Many jump online expecting and hoping for big results fast only to find out that no one is interested in reading, consuming or sharing their content; let alone contacting them about doing business or buying from them,” says Don Purdum of Unveil the Web about his new eBook, 'The Shift - The Fast Paced Transition from Mass Marketing to Context Marketing: Learn how to resonate with and inspire those who are ready to buy from you' (March 2015; eBook; Amazon).
Marketing consultant and coach Don Purdum shares his secrets to marketing success in the new book: "The Shift - The Fast Paced Transition from Mass Marketing to Context Marketing: Learn how to resonate with and inspire those who are ready to buy from you" (March 2015; eBook; Amazon).
The Shift reveals 300 years of mass marketing, it's affect on our mindset and how we view marketing and asks business owners to focus on the needs of others over self.
While one can argue about mass marketing
versus target marketing, at least everyone in the channel of distribution should be doing the same thing.
Earlier we mentioned the crucial difference between niche marketing and mass marketing.
Niche marketing therefore differs from mass marketing in four ways:
The heart of the book lies in the four case studies of companies and brands emblematic of an era of mass marketing. Among the manufacturers, Tedlow examines Coke and Pepsi, Ford and General Motors.
These lessons take the form of six propositions: 1) marketing success frequently has come through high-volume production; 2) entrepreneurial ability has been essential to mass marketing; 3) managers have had to coordinate the vertical relationship between mass production and mass distribution; 4) first movers in mass markets earned advantages that led to both high profits and barriers to later entrants; 5) thus potential competitors had to decide whether to copy the first mover's policies or to adopt a sharply different strategy; 6) skilled management of change has been necessary for long-term success.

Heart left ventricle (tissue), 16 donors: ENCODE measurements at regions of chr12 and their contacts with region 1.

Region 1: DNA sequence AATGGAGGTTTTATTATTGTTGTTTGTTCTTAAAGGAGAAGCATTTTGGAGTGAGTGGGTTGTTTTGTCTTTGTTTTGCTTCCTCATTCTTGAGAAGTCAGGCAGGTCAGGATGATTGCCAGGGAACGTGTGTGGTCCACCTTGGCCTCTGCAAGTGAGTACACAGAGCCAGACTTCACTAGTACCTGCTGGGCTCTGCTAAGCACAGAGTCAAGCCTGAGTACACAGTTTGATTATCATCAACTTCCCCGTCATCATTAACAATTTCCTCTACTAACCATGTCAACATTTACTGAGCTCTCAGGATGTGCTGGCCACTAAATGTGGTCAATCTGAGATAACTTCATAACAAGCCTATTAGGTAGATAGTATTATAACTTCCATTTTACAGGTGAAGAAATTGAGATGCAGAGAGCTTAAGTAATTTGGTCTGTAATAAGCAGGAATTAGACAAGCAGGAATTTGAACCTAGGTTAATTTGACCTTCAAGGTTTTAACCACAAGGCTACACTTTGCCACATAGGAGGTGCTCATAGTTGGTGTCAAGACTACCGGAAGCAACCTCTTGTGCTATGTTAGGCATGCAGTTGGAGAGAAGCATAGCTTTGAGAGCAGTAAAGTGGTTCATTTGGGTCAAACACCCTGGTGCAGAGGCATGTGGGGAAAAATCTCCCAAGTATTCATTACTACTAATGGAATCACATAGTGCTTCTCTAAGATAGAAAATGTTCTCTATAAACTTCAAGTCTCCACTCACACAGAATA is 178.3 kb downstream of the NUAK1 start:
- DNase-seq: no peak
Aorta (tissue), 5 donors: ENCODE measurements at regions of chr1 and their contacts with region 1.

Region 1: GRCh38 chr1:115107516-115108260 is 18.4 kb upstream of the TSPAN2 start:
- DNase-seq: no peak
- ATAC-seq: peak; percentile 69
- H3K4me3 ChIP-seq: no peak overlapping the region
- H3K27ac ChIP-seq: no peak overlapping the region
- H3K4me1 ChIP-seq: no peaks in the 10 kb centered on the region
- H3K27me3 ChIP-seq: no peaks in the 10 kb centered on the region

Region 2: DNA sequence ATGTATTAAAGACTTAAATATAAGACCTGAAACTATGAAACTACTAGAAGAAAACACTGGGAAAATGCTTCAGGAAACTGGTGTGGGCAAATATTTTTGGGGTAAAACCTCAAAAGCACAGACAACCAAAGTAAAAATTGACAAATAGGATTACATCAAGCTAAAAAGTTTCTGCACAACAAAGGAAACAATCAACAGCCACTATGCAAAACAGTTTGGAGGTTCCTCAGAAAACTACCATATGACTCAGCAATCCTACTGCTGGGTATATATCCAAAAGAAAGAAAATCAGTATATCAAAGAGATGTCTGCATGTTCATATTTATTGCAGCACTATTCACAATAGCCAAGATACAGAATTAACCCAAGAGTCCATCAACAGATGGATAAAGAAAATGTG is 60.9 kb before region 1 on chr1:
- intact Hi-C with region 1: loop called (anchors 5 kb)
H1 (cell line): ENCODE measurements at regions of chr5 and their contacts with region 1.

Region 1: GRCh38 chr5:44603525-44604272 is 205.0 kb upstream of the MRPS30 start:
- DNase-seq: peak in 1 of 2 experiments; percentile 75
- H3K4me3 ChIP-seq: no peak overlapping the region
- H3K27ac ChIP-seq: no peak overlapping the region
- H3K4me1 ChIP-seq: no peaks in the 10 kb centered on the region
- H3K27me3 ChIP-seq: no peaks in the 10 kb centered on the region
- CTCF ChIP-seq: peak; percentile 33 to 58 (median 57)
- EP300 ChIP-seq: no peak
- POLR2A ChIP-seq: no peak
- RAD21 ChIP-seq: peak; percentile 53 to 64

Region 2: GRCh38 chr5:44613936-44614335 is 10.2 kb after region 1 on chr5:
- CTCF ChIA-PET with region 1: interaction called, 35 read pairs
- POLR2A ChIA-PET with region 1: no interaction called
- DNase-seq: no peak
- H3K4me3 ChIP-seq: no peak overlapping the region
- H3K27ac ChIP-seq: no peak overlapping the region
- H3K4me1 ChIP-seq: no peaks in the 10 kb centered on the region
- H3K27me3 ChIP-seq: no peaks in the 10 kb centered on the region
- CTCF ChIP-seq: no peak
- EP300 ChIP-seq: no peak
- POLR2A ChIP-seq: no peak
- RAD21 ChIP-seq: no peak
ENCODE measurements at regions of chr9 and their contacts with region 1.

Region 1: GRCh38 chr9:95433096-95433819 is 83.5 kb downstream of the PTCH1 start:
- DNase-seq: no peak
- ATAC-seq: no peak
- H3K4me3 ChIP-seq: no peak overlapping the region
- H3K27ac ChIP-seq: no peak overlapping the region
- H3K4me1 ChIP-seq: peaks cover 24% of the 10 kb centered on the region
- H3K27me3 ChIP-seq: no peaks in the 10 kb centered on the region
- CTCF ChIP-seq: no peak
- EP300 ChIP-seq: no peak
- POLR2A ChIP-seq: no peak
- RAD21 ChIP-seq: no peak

Charting a century of change, Cross begins his analysis in the late nineteenth and early twentieth centuries, when a revolution in mass marketing and the emergence of a child-centered family contributed to a growing market for children's playthings.
Noting that children's play has long been shaped by mass marketing and mass consumption, Cross links the explosive growth of the toy industry to new attitudes towards parenting and play that emerged in the late nineteenth and early twentieth centuries.
As major corporations continue to use mass marketing
, and others who once targeted blacks consider changing their strategy to a mass-market approach, black consumers and businesses will lose out, says Ken Smikle, publisher of Target Market News in Chicago.
By contrast, newspaper, radio, and television are mass marketing
vehicles because the user is communicating with the general public.